If a GM “railroads” a player into a preset scenario choice, that’s not because the rules demand it, rather it’s because the GM lacks the imagination to go off script. The power to assign a probability and let the dice fall where they may is not granted by a rules set, but by the role of being the GM.
Glorantha is a place, it’s a setting, it’s a world. It imparts a particular flavor to the roleplay, gives a whole new set of implicit assumptions.
If all of one’s tabletop RPG defaults to Northwestern European High Fantasy, then the mechanics underpinning the play are immaterial, because all of the campaigns are going to seem pretty much alike eventually.
And likewise, if every campaign begins in a new world, then the only thing that’s important about the mechanics is that the players have some familiarity with them.
YMMV, but porting Glorantha to d20 opens a rich, vibrant, exciting world to a whole new generation of gamers. That’s important, because there is a shocking amount of gray hair on the heads of the people sitting around my gaming table these days
† Dungeons & Dragons, Tunnels & Trolls, Chivalry & Sorcery, En Garde, Empire of the Petal Throne, Bunnies & Burrows, Runequest, Metamorphosis Alpha, Champions, GURPS, Traveller, Paranoia, and many others.
My first question was: Why D20 System?
Unless they tweak A LOT the system it is going to be clusterfuck, like many other adaptations. D20 works fine for Dungeons & Dragons style games, no narrative heavy or simulacionist ones. In fact, using the D20 system changes the way the game itself is approached.
As an example I would say “Call of Cthulhu d20”.
Also: Why D20?? The new fifth edition rules of D&d looks WAY better fitted for that!
Wow, you actually played Empire of the Petal Throne? Kudos! I’ve never met anyone who could legitimately make that claim before, although I probably know a dozen folks that have read the whole thing. That was some seriously detailed work.
We’ll have to disagree on the importance of game mechanics, though. I think it’s fundamentally easier to go off-script with a system like Chaosium’s, that was designed to map readily to well understood shared paradigms like “you have a 50% chance of succeeding” and “if you are weighed down with armor you are easier to hit” and “luck can beat skill but usually doesn’t”. The combat systems of D&D strongly interfered with my enjoyment of the game because they were both excessively table-driven and because they did not in any way jibe with my knowledge of real-world use of weapons and armor. The whole “levels and classes” thing was ridiculous.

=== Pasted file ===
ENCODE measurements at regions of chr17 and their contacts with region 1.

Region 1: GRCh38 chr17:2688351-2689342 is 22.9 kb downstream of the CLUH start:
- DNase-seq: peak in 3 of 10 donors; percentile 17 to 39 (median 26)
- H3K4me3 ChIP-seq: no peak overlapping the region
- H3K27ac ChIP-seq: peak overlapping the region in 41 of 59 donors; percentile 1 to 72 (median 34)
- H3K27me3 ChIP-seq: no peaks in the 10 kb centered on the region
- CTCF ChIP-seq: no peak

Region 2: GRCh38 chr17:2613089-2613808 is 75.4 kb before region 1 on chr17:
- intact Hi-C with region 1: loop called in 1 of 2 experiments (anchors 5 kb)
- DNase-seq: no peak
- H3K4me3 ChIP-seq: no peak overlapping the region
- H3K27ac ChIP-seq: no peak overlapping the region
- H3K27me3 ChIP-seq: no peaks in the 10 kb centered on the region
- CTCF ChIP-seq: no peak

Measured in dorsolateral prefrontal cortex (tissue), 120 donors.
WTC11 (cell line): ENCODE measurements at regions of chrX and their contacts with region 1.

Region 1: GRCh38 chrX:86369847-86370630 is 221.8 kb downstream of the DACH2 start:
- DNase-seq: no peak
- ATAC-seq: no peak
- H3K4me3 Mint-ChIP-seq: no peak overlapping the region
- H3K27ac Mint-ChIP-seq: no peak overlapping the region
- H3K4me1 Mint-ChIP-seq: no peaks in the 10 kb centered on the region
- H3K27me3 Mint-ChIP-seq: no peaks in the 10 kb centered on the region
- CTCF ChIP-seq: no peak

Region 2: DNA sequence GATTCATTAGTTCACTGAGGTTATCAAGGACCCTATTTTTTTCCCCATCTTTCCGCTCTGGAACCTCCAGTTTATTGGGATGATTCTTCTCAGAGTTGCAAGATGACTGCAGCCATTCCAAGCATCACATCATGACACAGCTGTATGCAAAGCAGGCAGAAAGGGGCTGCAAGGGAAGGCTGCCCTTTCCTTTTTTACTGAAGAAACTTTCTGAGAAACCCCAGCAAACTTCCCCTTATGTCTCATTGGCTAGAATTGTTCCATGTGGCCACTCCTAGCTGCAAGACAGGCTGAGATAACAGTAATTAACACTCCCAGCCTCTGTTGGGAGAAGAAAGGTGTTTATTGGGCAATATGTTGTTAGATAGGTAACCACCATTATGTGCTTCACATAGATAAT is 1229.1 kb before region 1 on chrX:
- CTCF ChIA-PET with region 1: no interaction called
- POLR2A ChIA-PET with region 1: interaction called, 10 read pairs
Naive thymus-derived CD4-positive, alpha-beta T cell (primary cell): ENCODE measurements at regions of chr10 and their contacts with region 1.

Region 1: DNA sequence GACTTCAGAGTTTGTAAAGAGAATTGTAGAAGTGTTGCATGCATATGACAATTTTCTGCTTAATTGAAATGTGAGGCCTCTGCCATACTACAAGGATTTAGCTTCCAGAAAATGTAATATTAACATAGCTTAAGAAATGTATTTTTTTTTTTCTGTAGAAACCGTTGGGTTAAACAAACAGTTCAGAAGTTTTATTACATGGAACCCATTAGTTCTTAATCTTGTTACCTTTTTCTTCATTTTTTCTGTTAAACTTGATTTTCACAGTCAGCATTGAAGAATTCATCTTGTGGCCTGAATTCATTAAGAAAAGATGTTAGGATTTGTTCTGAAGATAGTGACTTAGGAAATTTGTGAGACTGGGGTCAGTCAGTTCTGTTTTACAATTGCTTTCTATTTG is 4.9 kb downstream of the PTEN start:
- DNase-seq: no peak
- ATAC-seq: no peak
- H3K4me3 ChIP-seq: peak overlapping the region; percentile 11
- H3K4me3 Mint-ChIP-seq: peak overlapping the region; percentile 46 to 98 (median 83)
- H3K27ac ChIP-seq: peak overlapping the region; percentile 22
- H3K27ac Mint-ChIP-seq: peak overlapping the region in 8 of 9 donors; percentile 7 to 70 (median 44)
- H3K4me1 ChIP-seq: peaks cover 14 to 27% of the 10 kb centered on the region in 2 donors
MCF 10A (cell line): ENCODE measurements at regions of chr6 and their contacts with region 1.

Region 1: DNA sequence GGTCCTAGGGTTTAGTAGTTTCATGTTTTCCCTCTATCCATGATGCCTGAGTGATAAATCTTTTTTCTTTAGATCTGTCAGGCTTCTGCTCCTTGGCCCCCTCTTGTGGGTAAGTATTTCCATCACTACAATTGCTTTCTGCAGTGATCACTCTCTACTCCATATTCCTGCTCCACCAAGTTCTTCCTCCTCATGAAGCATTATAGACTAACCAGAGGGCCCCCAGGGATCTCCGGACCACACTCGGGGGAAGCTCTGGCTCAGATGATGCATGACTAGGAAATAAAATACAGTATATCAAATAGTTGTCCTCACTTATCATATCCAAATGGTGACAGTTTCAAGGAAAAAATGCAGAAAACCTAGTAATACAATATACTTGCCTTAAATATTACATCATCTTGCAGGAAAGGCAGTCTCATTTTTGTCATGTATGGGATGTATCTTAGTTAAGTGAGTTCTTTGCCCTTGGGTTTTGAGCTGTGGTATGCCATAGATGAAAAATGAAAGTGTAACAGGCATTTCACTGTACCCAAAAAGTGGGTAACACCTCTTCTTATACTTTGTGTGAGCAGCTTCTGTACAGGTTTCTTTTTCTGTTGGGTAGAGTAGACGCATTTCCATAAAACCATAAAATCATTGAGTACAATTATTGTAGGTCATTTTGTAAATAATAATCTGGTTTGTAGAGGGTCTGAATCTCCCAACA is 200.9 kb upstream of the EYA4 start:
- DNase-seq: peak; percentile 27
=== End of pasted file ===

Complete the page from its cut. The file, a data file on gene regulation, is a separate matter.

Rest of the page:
All that being said, my knowledge of the state of D&D is hopelessly out of date. I would be happy to hear that D&D had evolved into something less divorced from imaginability. But most often when I hear people defending the D&D rules it’s because they aren’t actually following them - they are redoing something more akin to Paranoia, where the DM’s imagination is the rulebook.
Well, no. It is helpful if the mechanics are already familiar, but it is just as helpful if the mechanics are easy to learn, especially if one of the players hasn’t played d20. It is also helpful if the mechanics either fit the setting or are free-form enough to fit the setting.
Now d20 was designed around Dungeons & Dragons and Dungeons & Dragons was designed around certain styles of fantasy and around certain types of characters. So d20 has to be redesigned to work with different styles of fantasy and with different types of characters. Now given the proliferation of special rules for different classes in some versions of d20, I don’t see why learning one relatively consistent system like Basic Roleplaying is going to be any harder than learning all the special rules for new classes in d20. And I don’t think you could represent Glorantha accurately using the traditional classes from d20.